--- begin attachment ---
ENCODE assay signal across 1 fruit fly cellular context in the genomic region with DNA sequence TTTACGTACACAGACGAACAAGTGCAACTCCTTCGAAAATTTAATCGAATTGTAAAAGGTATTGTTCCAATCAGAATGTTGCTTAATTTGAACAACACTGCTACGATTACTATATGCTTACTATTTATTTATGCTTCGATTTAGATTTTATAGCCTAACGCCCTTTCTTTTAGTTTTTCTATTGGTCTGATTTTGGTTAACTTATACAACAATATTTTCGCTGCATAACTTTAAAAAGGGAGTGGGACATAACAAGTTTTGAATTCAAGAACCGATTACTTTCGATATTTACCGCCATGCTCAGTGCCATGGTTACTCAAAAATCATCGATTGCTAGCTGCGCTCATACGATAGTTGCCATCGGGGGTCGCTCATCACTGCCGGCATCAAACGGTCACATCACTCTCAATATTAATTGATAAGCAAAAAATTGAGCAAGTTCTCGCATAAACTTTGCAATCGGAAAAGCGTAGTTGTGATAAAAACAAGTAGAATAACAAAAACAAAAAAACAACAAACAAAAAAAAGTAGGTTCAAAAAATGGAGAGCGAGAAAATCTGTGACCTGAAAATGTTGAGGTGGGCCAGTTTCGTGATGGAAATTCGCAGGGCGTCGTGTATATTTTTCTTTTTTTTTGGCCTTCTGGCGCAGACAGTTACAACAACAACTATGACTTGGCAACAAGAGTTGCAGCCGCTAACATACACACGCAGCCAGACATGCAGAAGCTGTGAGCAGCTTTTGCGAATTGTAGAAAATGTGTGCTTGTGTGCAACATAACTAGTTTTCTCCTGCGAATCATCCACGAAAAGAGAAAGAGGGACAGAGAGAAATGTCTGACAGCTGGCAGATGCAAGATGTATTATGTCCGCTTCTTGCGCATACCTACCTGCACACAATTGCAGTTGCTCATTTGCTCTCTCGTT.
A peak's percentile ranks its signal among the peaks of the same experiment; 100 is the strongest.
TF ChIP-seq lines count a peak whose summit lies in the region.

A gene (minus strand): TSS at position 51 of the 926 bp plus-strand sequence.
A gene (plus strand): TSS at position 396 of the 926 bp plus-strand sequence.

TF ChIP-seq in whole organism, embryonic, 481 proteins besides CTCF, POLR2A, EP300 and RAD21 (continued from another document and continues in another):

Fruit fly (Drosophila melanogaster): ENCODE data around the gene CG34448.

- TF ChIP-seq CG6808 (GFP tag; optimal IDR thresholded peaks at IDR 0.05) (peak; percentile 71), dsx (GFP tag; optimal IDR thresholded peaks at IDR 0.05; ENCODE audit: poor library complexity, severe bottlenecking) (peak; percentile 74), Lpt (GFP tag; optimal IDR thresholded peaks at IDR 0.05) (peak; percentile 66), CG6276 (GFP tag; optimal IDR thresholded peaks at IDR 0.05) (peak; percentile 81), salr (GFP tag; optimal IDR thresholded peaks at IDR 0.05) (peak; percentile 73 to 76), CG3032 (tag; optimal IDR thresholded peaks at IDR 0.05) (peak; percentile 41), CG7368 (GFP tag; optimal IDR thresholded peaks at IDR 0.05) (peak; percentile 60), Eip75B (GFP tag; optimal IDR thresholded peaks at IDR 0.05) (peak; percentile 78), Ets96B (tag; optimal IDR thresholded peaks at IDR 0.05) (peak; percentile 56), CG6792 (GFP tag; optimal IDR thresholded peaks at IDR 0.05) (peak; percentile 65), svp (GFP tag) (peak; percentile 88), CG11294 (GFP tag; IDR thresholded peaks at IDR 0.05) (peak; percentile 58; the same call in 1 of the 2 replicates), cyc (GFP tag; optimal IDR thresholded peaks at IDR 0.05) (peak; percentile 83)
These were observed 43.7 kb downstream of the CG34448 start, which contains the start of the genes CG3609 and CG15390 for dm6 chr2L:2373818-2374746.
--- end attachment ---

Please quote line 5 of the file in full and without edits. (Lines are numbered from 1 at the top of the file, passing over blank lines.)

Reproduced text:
A gene (plus strand): TSS at position 396 of the 926 bp plus-strand sequence.